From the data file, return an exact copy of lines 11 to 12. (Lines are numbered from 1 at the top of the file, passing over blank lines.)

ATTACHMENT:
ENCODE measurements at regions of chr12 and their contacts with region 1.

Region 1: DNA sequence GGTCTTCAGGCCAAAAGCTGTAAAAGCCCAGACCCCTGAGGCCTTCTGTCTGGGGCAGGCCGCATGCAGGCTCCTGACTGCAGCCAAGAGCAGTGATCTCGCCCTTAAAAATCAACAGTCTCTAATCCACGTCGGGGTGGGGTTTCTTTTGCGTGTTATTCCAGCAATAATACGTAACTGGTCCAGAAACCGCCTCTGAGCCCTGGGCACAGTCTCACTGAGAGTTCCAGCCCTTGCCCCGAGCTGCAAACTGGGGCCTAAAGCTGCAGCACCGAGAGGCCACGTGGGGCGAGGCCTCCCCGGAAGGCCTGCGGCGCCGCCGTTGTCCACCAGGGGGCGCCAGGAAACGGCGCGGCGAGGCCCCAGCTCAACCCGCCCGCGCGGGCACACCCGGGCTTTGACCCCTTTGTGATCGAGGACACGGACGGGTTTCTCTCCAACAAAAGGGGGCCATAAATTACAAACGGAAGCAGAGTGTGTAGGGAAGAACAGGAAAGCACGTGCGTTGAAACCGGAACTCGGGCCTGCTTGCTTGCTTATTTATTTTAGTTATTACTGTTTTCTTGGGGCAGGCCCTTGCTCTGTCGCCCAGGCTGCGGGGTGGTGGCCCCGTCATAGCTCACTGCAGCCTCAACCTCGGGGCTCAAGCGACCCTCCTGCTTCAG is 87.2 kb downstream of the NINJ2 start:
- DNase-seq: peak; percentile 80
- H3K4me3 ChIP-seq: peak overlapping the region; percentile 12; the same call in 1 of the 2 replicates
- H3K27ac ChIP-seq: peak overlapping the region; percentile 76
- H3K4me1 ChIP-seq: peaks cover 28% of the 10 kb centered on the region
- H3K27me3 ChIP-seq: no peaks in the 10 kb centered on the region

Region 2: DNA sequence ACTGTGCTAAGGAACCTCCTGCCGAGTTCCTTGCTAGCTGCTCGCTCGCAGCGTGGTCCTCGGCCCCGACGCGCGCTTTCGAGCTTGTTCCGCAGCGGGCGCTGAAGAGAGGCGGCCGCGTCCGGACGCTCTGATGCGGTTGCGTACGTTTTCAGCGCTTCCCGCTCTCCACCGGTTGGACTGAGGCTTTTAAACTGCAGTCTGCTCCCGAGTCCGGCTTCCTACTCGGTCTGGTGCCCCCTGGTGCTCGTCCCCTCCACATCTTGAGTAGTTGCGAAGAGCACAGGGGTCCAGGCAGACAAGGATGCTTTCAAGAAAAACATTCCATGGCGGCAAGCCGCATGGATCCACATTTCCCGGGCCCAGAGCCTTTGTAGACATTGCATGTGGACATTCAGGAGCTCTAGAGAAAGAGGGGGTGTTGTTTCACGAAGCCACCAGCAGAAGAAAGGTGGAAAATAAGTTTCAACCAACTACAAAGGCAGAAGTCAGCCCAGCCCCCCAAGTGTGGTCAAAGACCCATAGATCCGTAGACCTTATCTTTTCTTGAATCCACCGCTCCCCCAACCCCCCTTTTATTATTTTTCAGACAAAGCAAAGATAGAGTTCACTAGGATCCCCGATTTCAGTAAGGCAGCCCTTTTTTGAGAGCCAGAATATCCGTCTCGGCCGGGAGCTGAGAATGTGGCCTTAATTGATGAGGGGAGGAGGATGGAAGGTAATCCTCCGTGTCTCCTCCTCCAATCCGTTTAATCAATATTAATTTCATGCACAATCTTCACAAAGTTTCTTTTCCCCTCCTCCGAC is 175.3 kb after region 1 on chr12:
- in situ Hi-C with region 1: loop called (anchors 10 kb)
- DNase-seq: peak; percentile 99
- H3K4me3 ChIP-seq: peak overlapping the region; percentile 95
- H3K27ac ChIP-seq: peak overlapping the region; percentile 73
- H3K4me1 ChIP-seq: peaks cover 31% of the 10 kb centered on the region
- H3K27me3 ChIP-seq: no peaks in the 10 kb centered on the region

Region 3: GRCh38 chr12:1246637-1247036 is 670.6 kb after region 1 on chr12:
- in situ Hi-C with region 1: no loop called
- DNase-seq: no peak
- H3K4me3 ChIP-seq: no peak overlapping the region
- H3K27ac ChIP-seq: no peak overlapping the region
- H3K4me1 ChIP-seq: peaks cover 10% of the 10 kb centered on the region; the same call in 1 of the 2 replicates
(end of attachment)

- H3K4me3 ChIP-seq: peak overlapping the region; percentile 95
- H3K27ac ChIP-seq: peak overlapping the region; percentile 73